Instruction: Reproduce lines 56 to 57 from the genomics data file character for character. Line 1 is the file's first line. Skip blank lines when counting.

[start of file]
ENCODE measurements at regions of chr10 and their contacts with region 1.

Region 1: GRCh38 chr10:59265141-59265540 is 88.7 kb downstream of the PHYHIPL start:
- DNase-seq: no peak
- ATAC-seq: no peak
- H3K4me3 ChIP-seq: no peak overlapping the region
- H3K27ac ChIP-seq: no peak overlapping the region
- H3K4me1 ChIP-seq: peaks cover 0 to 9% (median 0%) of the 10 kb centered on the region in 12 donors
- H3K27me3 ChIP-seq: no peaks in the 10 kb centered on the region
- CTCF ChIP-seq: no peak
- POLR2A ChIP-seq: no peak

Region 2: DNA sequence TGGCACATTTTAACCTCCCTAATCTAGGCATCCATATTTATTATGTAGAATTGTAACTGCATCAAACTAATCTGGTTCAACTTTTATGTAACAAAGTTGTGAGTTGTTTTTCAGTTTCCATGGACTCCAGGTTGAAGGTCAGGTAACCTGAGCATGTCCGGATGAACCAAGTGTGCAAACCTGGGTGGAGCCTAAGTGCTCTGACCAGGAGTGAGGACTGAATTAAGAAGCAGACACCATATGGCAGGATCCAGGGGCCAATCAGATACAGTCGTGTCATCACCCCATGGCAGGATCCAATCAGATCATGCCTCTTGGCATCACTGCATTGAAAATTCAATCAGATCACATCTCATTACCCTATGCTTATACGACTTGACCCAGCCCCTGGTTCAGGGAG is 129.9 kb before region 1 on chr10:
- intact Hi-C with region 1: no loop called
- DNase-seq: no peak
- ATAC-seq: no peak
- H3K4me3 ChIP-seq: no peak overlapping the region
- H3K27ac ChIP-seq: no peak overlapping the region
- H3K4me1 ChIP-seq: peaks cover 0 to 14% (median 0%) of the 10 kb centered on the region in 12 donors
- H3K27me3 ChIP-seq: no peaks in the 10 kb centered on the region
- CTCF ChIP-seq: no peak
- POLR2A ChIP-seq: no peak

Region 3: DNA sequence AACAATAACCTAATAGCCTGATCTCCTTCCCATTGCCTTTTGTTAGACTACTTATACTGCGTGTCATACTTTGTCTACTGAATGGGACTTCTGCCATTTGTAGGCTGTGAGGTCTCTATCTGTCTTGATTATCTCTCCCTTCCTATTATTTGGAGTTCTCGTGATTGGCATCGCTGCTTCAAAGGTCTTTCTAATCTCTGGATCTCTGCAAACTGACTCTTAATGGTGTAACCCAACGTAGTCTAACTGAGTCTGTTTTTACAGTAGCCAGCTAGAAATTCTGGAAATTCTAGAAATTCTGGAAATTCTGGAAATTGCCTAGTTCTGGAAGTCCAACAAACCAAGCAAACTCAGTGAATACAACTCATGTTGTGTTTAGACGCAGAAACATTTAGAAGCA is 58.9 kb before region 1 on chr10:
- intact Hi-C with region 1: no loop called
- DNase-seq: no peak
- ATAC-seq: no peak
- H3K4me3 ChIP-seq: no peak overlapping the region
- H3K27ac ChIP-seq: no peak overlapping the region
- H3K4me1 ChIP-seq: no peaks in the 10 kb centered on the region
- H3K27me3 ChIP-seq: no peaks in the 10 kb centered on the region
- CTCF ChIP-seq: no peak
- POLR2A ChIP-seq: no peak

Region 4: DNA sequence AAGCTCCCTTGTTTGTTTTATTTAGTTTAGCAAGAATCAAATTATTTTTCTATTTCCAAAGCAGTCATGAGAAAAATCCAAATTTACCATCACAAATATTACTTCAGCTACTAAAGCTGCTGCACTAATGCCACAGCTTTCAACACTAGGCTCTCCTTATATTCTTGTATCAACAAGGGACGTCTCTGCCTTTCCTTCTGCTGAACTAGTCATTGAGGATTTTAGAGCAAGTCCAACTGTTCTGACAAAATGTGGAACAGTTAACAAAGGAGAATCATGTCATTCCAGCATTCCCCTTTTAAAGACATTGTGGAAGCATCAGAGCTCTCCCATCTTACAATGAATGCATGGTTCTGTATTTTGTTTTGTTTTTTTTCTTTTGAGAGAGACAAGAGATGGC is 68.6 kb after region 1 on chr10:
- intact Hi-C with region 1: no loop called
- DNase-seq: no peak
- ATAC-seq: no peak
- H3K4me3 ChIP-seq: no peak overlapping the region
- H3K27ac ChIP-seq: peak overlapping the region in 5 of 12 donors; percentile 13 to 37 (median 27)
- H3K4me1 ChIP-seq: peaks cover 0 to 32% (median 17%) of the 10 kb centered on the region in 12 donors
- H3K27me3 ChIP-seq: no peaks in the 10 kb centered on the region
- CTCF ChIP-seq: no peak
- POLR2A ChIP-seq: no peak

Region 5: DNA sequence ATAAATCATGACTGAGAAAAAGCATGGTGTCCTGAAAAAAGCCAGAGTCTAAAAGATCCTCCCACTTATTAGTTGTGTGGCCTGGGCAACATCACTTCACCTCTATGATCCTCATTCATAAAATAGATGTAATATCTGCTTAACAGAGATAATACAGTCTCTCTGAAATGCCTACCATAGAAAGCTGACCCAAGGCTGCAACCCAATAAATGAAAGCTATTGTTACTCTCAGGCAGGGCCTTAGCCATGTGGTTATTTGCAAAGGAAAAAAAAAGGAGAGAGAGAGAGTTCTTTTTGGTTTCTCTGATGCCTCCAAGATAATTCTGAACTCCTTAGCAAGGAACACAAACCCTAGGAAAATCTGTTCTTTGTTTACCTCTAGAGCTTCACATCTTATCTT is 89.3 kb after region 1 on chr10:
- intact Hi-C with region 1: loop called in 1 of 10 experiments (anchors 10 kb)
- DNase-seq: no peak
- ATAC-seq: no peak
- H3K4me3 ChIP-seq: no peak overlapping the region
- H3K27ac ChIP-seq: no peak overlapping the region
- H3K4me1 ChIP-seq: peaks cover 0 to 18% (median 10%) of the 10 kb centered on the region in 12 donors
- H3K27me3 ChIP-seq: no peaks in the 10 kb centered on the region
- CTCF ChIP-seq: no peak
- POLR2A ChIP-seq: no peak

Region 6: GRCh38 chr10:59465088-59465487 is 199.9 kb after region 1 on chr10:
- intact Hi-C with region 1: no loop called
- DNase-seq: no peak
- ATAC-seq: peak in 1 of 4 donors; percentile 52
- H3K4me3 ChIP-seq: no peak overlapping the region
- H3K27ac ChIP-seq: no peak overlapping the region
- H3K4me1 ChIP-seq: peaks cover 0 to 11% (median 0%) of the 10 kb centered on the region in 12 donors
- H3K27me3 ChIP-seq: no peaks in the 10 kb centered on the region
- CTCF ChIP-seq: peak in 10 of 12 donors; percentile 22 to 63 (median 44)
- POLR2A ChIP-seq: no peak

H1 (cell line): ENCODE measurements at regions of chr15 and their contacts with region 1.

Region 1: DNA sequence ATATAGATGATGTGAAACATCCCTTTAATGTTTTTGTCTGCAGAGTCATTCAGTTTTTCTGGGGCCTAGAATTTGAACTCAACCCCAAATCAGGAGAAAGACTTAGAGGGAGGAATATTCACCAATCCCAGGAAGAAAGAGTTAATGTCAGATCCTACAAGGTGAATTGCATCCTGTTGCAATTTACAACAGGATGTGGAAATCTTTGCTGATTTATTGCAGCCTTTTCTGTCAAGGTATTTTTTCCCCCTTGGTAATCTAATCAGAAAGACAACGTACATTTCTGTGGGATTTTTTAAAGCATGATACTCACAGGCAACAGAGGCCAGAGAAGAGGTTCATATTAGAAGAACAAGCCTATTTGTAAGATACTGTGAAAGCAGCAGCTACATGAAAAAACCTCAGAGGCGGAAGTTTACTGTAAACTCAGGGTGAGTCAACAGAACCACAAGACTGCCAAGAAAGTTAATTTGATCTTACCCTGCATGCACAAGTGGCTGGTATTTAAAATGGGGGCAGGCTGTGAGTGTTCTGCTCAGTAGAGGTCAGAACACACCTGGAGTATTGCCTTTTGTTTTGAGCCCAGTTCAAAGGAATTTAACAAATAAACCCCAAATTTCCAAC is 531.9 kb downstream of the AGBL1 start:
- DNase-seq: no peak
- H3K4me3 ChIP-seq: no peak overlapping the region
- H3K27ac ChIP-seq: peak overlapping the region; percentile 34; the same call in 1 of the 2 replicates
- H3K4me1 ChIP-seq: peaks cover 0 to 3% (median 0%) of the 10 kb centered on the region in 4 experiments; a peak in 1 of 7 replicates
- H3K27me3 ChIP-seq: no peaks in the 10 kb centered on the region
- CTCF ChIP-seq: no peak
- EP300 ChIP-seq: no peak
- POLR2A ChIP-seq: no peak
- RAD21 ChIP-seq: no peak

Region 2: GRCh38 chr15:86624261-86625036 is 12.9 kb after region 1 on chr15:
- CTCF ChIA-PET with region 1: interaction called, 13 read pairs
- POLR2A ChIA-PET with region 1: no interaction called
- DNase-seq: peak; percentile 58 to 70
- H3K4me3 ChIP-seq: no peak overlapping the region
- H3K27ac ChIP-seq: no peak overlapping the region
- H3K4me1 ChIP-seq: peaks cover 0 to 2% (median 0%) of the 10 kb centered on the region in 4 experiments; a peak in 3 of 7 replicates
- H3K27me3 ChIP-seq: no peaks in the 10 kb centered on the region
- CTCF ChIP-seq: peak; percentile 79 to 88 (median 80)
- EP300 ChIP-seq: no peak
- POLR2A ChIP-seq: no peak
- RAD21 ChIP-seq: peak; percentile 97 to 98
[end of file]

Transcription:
- H3K27ac ChIP-seq: no peak overlapping the region
- H3K4me1 ChIP-seq: peaks cover 0 to 11% (median 0%) of the 10 kb centered on the region in 12 donors